Business owners and CEOs always want to think the best of the relationship with their clients. They’re so sure their customers will never leave because they’ve been with them for years….or because of a supposedly “special” relationship they have. Then, the bottom drops out. The fact is, business is business, no matter how much they like you!
Too many business leaders simply don’t reason through important issues. They don’t take the time to evaluate an issue from all sides. Leaders often jump to the first conclusion, whatever the evidence. Even worse, C-suite leaders will practice selective perception-whatever supports their prior beliefs. These C-level execs have a lack of metacognition; the awareness and understanding of their thought process. Basically, they become overconfident without thinking things through. Their critical thinking skills are lacking.
The good news is that critical thinking is a learned skill. Research has found 3 things you can do to improve this skill. You may think you already do these-and you might-but are you being as thorough as you think you are? Let’s see, shall we?
What things do you assume your clients need? What do you presume about how your clients work? What they charge for their products and services? When was the last time you took the viewpoint of your client or even your client’s clients if they’re a wholesaler or a B to B business? Of course, it’s hard to question everything. Imagine going through your day asking yourself: Is the sky really blue? What if the person next to me isn’t my colleague but her doppelganger? How do I really know that my phone isn’t being tapped? Not that I want you to become paranoid but questioning everything is great practice for critical thinking. The first step in questioning assumptions in business is figuring out when to question assumptions. Turns out, a questioning approach is particularly helpful when the stakes are high.
So, if you are brainstorming with your client about long-term strategy upon which years of effort and cost will be based, be sure to ask basic questions about your beliefs: How do you know that business will increase? What does the research say about your expectations about the future of the market? Have you taken time to step into the figurative shoes of your customers as a “secret shopper”? What about considering alternatives? You can ask “What if” questions: What if our clients changed? What if the suppliers we use went belly up? These will help you gain new and important perspectives that help hone your thinking.
2-Reason through logic
As individuals, we see the world through our own eyes and opinions, then through the norms of the society we grew up in. but if you’re dealing with country or worldwide distribution, you’ll have to widen your logical conclusions. Customers in different countries have very distinct tastes and habits. You have to reason from the viewpoint of your customers.
The problem with thinking logically is, most of us suck at it. Really. Not that that’s always a bad thing. If we just thought logically, the advertising industry would go out of business! The fact is, all of our decisions come from emotion. Emotional Intelligence guru Daniel Goleman explains that our brain’s decision-making center is directly connected to emotions, then to logic. So, as any good salesman will tell you, we decide with emotion and justify (read: fool ourselves) with logic. Critical thinking starts with logic. Logic is the unnatural act of knowing which facts you’re putting together to reach your conclusions.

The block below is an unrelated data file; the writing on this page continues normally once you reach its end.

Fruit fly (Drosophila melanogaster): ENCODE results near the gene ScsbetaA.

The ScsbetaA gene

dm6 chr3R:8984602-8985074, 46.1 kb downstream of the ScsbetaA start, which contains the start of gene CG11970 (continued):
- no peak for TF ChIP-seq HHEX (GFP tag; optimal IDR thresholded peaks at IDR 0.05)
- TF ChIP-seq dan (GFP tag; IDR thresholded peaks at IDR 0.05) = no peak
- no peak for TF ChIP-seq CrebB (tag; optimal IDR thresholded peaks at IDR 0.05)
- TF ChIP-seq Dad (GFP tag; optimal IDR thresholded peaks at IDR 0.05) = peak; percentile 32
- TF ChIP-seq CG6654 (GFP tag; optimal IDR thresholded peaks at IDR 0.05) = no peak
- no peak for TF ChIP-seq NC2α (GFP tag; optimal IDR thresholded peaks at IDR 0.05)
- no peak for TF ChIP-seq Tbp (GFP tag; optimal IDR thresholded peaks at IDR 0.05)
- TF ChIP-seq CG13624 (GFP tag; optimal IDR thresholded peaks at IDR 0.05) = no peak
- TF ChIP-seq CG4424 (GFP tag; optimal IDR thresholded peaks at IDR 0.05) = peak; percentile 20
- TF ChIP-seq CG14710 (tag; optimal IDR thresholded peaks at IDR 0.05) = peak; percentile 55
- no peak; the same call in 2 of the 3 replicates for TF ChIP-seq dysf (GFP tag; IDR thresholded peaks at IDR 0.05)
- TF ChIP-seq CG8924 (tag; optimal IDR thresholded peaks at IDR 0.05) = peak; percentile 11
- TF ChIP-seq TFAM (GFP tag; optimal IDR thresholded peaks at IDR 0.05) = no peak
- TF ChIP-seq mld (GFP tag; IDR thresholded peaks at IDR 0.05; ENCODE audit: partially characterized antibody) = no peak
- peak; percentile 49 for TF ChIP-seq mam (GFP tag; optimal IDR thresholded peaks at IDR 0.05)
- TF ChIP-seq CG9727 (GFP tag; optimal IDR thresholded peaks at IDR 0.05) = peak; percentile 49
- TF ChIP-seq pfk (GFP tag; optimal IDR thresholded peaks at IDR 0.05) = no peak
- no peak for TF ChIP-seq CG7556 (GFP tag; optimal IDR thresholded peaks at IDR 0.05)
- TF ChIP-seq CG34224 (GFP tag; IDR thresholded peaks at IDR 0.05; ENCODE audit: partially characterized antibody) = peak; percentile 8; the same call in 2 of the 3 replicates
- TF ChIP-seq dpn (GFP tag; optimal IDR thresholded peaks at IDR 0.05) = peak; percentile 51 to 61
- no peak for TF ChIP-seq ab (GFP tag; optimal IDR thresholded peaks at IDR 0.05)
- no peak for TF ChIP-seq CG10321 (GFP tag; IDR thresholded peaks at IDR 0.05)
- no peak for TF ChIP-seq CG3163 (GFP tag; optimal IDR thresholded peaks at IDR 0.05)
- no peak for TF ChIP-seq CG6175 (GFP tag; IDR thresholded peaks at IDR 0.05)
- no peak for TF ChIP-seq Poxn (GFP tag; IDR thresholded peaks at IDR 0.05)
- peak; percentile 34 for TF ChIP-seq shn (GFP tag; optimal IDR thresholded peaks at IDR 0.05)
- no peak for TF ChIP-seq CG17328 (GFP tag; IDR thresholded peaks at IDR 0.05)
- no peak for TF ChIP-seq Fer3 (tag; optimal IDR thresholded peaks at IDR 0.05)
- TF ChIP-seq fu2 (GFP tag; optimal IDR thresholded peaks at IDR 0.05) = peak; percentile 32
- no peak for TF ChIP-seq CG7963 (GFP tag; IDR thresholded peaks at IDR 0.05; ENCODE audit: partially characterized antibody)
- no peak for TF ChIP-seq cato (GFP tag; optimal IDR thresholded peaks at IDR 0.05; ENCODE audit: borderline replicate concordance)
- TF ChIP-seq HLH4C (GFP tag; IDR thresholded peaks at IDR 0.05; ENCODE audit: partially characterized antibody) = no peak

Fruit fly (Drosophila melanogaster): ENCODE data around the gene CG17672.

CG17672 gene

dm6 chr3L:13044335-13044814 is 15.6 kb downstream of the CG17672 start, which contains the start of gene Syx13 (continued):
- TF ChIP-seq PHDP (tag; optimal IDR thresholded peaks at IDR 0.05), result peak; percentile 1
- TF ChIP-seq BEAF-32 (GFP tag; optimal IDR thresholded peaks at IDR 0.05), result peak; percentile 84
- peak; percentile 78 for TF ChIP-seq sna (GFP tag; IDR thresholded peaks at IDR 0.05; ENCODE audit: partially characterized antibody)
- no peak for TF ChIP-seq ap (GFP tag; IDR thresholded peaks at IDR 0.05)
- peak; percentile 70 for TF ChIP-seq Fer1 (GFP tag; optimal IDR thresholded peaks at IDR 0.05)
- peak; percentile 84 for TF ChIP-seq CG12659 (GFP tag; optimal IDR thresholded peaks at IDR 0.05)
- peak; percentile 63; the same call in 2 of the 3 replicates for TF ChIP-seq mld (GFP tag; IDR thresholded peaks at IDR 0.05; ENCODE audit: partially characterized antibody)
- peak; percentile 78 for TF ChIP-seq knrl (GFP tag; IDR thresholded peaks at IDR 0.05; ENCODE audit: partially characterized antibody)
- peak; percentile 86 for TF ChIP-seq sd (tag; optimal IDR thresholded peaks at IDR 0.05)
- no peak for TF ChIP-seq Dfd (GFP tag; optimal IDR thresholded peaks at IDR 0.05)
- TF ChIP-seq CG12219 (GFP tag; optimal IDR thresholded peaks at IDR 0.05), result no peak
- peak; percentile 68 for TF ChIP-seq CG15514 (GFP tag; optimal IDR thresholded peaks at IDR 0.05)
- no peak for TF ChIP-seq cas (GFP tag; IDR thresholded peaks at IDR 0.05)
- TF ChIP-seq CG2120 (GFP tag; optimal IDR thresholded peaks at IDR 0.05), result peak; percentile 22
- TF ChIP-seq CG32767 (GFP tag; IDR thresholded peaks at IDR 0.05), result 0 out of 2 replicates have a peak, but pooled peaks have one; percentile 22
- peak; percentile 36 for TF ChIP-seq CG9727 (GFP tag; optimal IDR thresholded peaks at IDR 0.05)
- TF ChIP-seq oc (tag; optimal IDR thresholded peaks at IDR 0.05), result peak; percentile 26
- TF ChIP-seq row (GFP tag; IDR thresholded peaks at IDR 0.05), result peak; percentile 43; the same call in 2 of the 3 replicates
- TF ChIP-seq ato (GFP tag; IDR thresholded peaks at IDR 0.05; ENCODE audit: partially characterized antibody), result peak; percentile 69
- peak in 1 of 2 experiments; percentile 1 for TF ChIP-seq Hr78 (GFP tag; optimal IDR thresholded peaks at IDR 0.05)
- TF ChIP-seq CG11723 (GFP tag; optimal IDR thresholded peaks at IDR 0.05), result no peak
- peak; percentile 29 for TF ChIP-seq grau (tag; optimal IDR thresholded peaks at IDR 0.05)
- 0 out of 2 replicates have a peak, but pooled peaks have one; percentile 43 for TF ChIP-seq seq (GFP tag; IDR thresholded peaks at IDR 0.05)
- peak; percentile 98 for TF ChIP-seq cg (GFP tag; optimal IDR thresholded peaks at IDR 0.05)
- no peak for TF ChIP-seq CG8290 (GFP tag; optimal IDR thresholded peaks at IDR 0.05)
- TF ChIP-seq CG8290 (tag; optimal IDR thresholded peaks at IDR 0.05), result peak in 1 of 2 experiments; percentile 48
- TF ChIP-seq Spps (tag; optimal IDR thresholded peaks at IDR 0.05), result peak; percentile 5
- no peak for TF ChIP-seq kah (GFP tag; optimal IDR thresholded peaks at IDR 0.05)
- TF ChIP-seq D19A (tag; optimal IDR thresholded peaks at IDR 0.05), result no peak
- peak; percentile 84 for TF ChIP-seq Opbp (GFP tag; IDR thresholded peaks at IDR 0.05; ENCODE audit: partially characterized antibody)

So when you’re working towards your answer to your conundrum pay close attention to the ‘logic’ constructed by a particular argument. Ask yourself: Is the argument supported at every point by evidence? Do all the pieces of evidence build on each other to produce a sound conclusion? Be aware of common fallacies that can screw with logical thinking. Just because incident Y followed incident X that incident Y must have been caused by incident X.
For instance, a manager may believe that their sales agents rack up more sales in the spring because they’re fired up by the motivational speeches offered at the annual sales conference in February — but until that assumption is tested, there’s no way the manager can know if their belief is correct.
3-Seek out diversity of thought and collaboration
It’s a natural thing for people in a company to be affected by group-think. It’s natural for people to band themselves together with people who think or act like them, especially online. Social media algorithms can narrow our perspectives further, serving up only news that fits our individual beliefs.
This is a definite issue. If everyone in our social circles thinks as we do, we become more rigid in our thinking, and less likely to change our beliefs based on new information. Just watch and listen to political news!
It’s crucial to get outside your personal bubble. That’s why it’s important to meet and talk with those who are in different departments or who have different backgrounds and beliefs. You don’t have to agree with everything they do or stand for, you just have to have an open mind and listen. Training yourself this way will help you escape your usual thinking and gain richer insights.
In team settings, as a high level executive, hold off on giving your opinion until you hear others. Let the opinions fly with no feedback. Then utilize all of them to come to a conclusion.
While these simple tactics may sound easy or even obvious, they’re not often used to their full potential in the business world. Too many organizations don’t take the time to engage in full-bodied reasoning. Plus, allowing all those out-of-the-box ideas from other sources will keep your people engaged and excited and your clients satisfied your company has their best interests at heart.